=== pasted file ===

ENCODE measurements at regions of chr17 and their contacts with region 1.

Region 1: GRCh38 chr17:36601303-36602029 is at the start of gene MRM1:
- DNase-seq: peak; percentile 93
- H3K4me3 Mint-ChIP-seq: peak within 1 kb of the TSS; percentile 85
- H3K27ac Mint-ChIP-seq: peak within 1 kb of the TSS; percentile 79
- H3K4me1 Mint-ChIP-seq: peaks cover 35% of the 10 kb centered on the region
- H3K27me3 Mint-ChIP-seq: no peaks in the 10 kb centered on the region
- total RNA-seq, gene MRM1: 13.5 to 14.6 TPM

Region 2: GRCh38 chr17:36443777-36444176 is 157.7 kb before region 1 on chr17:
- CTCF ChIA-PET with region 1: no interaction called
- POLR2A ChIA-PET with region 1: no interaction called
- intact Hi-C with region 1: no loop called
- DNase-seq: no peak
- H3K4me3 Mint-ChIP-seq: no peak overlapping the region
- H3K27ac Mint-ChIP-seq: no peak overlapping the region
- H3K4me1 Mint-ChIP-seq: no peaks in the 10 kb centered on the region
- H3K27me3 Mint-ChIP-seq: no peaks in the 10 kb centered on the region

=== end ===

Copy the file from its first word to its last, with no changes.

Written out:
ENCODE measurements at regions of chr17 and their contacts with region 1.

Region 1: GRCh38 chr17:36601303-36602029 is at the start of gene MRM1:
- DNase-seq: peak; percentile 93
- H3K4me3 Mint-ChIP-seq: peak within 1 kb of the TSS; percentile 85
- H3K27ac Mint-ChIP-seq: peak within 1 kb of the TSS; percentile 79
- H3K4me1 Mint-ChIP-seq: peaks cover 35% of the 10 kb centered on the region
- H3K27me3 Mint-ChIP-seq: no peaks in the 10 kb centered on the region
- total RNA-seq, gene MRM1: 13.5 to 14.6 TPM

Region 2: GRCh38 chr17:36443777-36444176 is 157.7 kb before region 1 on chr17:
- CTCF ChIA-PET with region 1: no interaction called
- POLR2A ChIA-PET with region 1: no interaction called
- intact Hi-C with region 1: no loop called
- DNase-seq: no peak
- H3K4me3 Mint-ChIP-seq: no peak overlapping the region
- H3K27ac Mint-ChIP-seq: no peak overlapping the region
- H3K4me1 Mint-ChIP-seq: no peaks in the 10 kb centered on the region
- H3K27me3 Mint-ChIP-seq: no peaks in the 10 kb centered on the region